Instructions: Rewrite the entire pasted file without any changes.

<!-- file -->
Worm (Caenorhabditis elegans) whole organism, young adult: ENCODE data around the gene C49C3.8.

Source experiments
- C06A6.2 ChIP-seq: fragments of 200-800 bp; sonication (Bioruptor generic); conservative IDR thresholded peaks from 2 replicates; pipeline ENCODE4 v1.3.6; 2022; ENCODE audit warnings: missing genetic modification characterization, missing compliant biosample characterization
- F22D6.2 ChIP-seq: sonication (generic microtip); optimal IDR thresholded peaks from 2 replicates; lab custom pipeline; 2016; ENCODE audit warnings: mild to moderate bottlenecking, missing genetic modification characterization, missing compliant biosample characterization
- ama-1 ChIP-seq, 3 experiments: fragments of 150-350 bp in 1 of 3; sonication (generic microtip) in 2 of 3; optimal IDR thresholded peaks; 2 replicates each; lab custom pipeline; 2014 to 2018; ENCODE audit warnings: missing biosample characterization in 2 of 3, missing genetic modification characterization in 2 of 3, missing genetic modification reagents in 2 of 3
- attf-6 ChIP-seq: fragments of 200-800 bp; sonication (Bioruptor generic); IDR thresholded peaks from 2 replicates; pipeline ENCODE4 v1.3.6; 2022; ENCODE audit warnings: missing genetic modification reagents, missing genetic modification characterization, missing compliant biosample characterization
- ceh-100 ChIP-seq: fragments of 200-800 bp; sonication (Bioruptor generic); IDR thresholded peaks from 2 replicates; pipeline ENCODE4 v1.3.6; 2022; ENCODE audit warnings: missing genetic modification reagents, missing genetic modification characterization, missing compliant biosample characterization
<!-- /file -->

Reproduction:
Worm (Caenorhabditis elegans) whole organism, young adult: ENCODE data around the gene C49C3.8.

Source experiments
- C06A6.2 ChIP-seq: fragments of 200-800 bp; sonication (Bioruptor generic); conservative IDR thresholded peaks from 2 replicates; pipeline ENCODE4 v1.3.6; 2022; ENCODE audit warnings: missing genetic modification characterization, missing compliant biosample characterization
- F22D6.2 ChIP-seq: sonication (generic microtip); optimal IDR thresholded peaks from 2 replicates; lab custom pipeline; 2016; ENCODE audit warnings: mild to moderate bottlenecking, missing genetic modification characterization, missing compliant biosample characterization
- ama-1 ChIP-seq, 3 experiments: fragments of 150-350 bp in 1 of 3; sonication (generic microtip) in 2 of 3; optimal IDR thresholded peaks; 2 replicates each; lab custom pipeline; 2014 to 2018; ENCODE audit warnings: missing biosample characterization in 2 of 3, missing genetic modification characterization in 2 of 3, missing genetic modification reagents in 2 of 3
- attf-6 ChIP-seq: fragments of 200-800 bp; sonication (Bioruptor generic); IDR thresholded peaks from 2 replicates; pipeline ENCODE4 v1.3.6; 2022; ENCODE audit warnings: missing genetic modification reagents, missing genetic modification characterization, missing compliant biosample characterization
- ceh-100 ChIP-seq: fragments of 200-800 bp; sonication (Bioruptor generic); IDR thresholded peaks from 2 replicates; pipeline ENCODE4 v1.3.6; 2022; ENCODE audit warnings: missing genetic modification reagents, missing genetic modification characterization, missing compliant biosample characterization